Appropriate building techniques are needed with either type of foundation in regards to dampproofing/waterproofing, insulation and termite control.

    Bookmark   June 11, 2012 at 10:26AM
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LuAnn_in_PA

Block foundations are everywhere here in PA!

And they can't be too weak... my house was built in 1966 and we have no issues with it. Not even water.

    Bookmark   June 11, 2012 at 10:49AM
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drewem

I live in Pa, and have not seen block foundation houses. We built our current house and it has a poured concrete foundation. We are also in the process of building our next house, which also has a poured concrete foundation.

    Bookmark   June 11, 2012 at 10:57AM
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LuAnn_in_PA

LOL! You must be in a new development then.
Poured concrete did not exist when the houses around here were built.

Every one of the 240 houses in my neighborhood have concrete block.

    Bookmark   June 11, 2012 at 1:04PM
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cat_ky

I originally came from Minnesota, where most of the basements were block. I dont know anyone that had a problem with them. I suspect, like a lot of other things, that the way things are done is regional. Here very few have basements, but those that do, are all block. Most foundations with a crawl space are also block. My last house had the block foundation. This house has block also, but it is covered over with Bedford stone like the rest of the house.

    Bookmark   June 11, 2012 at 1:13PM
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david_cary

I'm still unclear. Are we talking crawlspaces or basements. In my area of NC (triangle), basements are poured and crawls are blocks. I've not seen a deviation from that at all. Sure old houses have blocks in a basement but not new.

So you need to clarify, are you talking crawls which are the vast majority of homes or basements?

And where in NC? People seem to forget that we have a more diverse climate and topography then say places like Illinois. The mountains certainly have more block but there are a lot of walkout basements in older homes. The beach has a lot of block in older homes. The distance to concrete plants may have a role in those locales.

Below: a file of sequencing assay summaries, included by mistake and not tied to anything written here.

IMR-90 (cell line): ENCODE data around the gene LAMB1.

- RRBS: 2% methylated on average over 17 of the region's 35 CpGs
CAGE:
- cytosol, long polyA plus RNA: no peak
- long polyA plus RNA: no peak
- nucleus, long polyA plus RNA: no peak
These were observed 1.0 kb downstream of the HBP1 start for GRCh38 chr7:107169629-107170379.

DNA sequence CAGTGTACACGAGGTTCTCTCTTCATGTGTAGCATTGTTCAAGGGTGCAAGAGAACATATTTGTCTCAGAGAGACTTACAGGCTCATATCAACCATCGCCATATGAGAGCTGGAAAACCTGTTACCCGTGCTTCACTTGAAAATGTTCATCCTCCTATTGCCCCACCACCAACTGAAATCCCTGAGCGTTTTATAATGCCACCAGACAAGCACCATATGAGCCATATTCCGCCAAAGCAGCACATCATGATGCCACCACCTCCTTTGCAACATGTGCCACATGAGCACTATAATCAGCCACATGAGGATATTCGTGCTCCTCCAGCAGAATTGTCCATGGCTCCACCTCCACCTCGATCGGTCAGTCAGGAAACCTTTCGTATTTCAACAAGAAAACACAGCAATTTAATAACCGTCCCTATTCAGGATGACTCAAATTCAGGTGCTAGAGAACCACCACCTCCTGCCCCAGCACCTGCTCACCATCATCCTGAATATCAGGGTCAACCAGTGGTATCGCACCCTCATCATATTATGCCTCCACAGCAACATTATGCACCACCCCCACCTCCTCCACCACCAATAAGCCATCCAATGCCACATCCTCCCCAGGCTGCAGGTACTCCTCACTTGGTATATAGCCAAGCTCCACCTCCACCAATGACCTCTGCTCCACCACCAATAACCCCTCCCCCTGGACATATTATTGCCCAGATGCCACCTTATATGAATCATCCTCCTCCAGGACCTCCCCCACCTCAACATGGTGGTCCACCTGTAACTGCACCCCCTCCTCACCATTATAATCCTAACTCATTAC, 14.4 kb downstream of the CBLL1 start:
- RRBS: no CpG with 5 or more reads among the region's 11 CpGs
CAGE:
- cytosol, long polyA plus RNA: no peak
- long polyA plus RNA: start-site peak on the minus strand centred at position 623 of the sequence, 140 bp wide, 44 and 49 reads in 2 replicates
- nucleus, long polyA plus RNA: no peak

There are no union issues in NC, I promise.

    Bookmark   June 12, 2012 at 11:21AM
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david_cary

I now see the basement comment....

I can tell you that in the triangle, I've not seen block. I was building 1999 in a Sunstar development that got bought by Lennar and they were using poured concrete. For those that don't know, Lennar is low end developer. And that was 13 years ago.

Perhaps you are looking at rural areas? Perhaps they don't take waterproofing very seriously or codes very seriously? But with the water table and clay soil around here, I can't imagine block in 2012

    Bookmark   June 12, 2012 at 11:25AM
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EngineerChic

David raises a good point - you want to check the soil composition. There are clay soils that are stable and others that are expansive - the latter are BAD NEWS for any foundation. I am partial to poured concrete for a true basement as well, but I guess it all depends on the site prep and waterproofing steps.

    Bookmark   June 12, 2012 at 12:16PM
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Jack Kennedy

Our house was built in 1922, we are in the piedmont in NC. Our foundation is poured concrete. We have a full basement in part of the house and crawl in the other half. Everything is poured concrete.

    Bookmark   June 12, 2012 at 12:33PM